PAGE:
With only minor changes to zoning and development regulations, Valley cities and counties can redevelop low-density urban and suburban centers and commercial corridors and convert existing nonresidential buildings and vacant land.
Bakersfield, CA (PRWEB) January 30, 2013
The Council of Infill Builders released a new study of forecasted housing demand in the Central Valley through 2050. It shows that the Valley will need significantly more walkable homes in cities and towns to meet future demand. The new data come as governments in eight Valley counties are coordinating their land use and transportation policies and adapting to serve the region’s changing population and market forces.
The report, “A Home for Everyone: San Joaquin Valley Housing Preferences and Opportunities to 2050,” analyzes housing trends and consumer preference surveys and finds that continuing business-as-usual Valley land use policies will leave empty nesters and first-time renters and buyers underserved.
- The report found market demand driving the following trends:
Significant projected increases in demand for apartments, condos and townhomes.
Up to 45 percent of all new residential construction in the Valley between 2010 and 2050 will need to be “attached” homes, meaning apartments, condos and townhomes, to meet future demand (a finding first made by The Concord Group in a report for the Fresno Council of Governments.)
- Existing supply of large-lot homes appears sufficient to meet 2050 demand
Valley communities may already have about as many existing homes on larger lots (those over 6,000 square feet) in 2010 as they need by 2050. While these homes may have met previous demand, emerging markets appear to prefer different housing options.
- Demand for walkable, smaller-lot single family homes is strong and growing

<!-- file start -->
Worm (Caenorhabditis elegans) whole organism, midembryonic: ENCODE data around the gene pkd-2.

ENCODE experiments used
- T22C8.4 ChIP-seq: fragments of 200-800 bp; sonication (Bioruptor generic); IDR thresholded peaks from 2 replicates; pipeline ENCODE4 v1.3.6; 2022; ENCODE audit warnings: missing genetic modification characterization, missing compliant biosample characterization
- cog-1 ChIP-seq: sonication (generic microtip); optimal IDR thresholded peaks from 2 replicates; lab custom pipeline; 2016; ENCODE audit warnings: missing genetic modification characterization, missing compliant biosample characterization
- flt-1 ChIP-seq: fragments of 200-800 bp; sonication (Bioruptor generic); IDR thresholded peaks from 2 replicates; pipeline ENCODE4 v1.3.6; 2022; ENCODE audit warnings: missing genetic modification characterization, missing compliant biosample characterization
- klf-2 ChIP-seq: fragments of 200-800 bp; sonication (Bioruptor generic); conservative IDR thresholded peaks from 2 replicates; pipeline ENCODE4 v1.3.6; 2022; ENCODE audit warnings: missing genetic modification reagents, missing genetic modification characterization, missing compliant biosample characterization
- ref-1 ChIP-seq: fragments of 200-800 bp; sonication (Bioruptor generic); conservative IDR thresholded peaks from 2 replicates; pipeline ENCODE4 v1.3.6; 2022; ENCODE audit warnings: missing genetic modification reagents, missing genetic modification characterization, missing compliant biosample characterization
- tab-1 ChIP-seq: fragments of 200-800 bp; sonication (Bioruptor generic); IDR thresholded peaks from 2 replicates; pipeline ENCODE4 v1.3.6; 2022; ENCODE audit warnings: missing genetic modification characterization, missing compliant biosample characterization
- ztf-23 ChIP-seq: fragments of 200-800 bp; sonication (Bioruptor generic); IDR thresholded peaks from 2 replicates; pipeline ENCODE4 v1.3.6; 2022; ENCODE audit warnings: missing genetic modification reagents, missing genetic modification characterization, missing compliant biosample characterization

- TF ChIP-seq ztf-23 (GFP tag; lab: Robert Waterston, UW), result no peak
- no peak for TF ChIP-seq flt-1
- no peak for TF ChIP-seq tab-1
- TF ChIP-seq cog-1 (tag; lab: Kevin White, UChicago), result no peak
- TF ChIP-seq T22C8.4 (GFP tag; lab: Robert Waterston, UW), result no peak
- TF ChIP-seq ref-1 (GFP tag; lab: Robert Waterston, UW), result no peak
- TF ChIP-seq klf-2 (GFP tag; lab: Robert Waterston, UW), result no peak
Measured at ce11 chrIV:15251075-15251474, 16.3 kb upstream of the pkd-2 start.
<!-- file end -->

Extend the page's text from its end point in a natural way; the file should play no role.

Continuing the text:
Potentially all new single-family homes built to 2050 would need to be on small lots to meet projected market demand. For example, consumer preference surveys in Kern County indicate that up to 48 percent of the total supply of single-family homes would need to be on small lots (6,000 square feet or less) by 2050, while only five percent of the current supply in the Valley is on small lots.
Cities can accommodate the majority of this new growth on already-developed land. With only minor changes to zoning and development regulations, Valley cities and counties can redevelop low-density urban and suburban centers and commercial corridors and convert existing nonresidential buildings and vacant land. The result will be more efficient use of land and less farmland lost to development.
“We need to end sprawling development patterns in order to ease the financial burden on local governments and capture the next wave of housing demand,” said Council of Infill Builders board member David Mogavero, a Sacramento real estate developer and architect. “As this report reveals, walkable urban development will sustain its value for decades to come.”
“This study highlights forces of change, including economic and financial trends, rising energy prices, and new population dynamics, that will influence the future of the San Joaquin Valley,” said Patrick Kelly, Planning Manager at the City of Modesto. “The forces of change give rise to the importance of planning for future generations by expanding housing options and choices.”
“Coincidentally and through an entirely independent analysis, the City of Turlock concluded in its recently adopted general plan that only 55% of housing growth needs to be single-family, thereby correcting the overproduction of single-family units (83%) that occurred during the last housing boom,” said Debbie Whitmore, Deputy Director of Development Services for the City of Turlock. “By the end of the planning period, the city will have a market-based housing mix that provides more affordable housing opportunities to meet the needs of a growing and changing community.”
As the report warns, local leaders should act on the data and policy solutions or else risk missing opportunities to spur local economic development, reduce infrastructure costs, clean our air, and provide more convenient housing options.